As you may have already noticed by way of engaging with technology platforms such as Google, Facebook, or Netflix, the more identifiable data they have on you, the more personalized and accurate “the experience.” The same can be said for your relationship with your government, except the data will not be used to recommend the next series they think you should binge. In September 2020, the Atlantic published a piece titled “The Panopticon Is Already Here,” which elaborated in terrifying detail the various ways in which China’s Xi Jinping is using “Big Data” and artificial intelligence to enhance his government’s totalitarian control—and how he’s exporting this technology to regimes around the globe. The piece noted that “China already has hundreds of millions of surveillance cameras in place” and that “Xi’s government hopes to soon achieve full video coverage of key public areas.” However, that’s not even the most sobering plan in the works. Before long, Chinese authorities may be able to use rapidly-improving A.I. technology to identify anyone who steps foot in a public space thanks to “an ocean of personal data, including their every text communication, and their body’s one-of-a-kind protein construction schema.”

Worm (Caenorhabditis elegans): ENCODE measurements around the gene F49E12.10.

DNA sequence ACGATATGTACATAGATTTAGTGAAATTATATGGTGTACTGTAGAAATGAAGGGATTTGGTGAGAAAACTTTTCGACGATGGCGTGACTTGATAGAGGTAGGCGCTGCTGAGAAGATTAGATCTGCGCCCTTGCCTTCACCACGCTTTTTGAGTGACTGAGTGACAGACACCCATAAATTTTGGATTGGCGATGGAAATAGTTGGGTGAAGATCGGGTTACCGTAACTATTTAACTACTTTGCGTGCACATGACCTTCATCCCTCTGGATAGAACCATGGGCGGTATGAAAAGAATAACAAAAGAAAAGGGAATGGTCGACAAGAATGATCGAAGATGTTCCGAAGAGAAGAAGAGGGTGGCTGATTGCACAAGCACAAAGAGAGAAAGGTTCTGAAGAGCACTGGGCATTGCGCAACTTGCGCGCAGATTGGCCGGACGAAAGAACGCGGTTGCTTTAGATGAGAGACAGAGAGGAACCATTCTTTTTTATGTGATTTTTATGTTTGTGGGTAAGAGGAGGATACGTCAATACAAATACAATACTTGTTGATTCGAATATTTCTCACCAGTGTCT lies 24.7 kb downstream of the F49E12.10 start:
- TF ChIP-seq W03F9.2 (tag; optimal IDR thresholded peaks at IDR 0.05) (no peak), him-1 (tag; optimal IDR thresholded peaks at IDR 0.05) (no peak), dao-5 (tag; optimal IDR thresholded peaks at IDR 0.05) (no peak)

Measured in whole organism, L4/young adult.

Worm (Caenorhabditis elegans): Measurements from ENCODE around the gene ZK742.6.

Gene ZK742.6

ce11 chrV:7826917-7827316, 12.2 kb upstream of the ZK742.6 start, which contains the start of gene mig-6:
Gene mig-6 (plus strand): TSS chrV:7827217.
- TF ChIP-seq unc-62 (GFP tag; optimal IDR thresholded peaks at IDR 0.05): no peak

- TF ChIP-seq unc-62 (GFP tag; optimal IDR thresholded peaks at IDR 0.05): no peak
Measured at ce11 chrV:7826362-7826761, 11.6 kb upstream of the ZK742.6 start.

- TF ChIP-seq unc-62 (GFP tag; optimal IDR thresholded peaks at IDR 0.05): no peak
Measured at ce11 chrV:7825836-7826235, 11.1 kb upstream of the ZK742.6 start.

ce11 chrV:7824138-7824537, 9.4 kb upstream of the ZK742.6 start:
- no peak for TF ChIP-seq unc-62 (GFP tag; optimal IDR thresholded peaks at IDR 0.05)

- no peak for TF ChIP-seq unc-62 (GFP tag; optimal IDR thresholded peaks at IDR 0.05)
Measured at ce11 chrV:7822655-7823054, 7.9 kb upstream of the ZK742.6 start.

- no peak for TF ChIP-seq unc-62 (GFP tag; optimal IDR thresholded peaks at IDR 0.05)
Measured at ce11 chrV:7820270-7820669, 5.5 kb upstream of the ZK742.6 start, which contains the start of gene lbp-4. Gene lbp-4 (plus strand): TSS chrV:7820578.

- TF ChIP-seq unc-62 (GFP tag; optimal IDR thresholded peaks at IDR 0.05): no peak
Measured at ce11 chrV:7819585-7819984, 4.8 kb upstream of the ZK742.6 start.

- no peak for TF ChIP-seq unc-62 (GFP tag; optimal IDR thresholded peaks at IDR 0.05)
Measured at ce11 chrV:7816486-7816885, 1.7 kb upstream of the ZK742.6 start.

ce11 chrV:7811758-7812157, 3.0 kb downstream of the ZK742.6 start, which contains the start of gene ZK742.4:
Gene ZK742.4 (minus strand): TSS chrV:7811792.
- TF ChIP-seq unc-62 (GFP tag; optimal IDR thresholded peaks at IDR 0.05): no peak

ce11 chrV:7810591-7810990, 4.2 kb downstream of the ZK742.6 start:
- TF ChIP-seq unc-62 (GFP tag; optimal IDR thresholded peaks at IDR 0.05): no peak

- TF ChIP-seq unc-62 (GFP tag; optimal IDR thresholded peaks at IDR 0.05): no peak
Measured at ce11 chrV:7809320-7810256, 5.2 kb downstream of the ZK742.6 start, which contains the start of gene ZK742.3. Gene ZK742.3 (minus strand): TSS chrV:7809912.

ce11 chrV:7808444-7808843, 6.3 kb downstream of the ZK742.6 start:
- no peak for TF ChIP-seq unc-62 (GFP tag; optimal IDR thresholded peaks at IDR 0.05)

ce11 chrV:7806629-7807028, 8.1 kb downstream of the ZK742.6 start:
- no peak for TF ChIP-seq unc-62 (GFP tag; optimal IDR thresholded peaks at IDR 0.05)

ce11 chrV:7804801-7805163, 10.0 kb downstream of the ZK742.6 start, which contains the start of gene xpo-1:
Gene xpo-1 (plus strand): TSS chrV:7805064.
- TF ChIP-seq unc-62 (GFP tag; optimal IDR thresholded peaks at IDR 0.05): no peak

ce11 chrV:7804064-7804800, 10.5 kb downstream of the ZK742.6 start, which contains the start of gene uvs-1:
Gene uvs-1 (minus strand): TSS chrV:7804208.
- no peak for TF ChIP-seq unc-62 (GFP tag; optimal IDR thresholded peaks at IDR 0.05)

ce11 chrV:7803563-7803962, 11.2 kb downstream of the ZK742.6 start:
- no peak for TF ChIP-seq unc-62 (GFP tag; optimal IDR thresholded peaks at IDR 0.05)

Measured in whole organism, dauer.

That’s not just pessimistic hyperbole. In 2017, BBC News pondered the question, “How long can a BBC reporter stay hidden from CCTV cameras in China?” The answer was seven minutes. Chinese authorities barely broke a sweat while locating and apprehending reporter John Sudworth using a powerful network of cameras and facial recognition technology. If your next thought is something along the lines of, “Well, that’s China, it can’t happen here in the West,” you should know we’re already well on our way.
Governments in the U.S., U.K., Australia, New Zealand, and Canada have formed advanced spy partnerships, most notably the Five Eyes Alliance. Other countries have joined them with lesser privileges, making up the Nine and 14 Eyes Alliances. The average person only learned about these partnerships when Snowden leaked highly classified information from the NSA and it came to light that a huge range of people from across the political spectrum— like Charlie Chaplin, Strom Thurmond, Nelson Mandela, Jane Fonda, Ali Khamenei, John Lennon, and even Princess Diana—were targeted for surveillance. It makes you wonder: was Princess Diana suspected of plotting terror?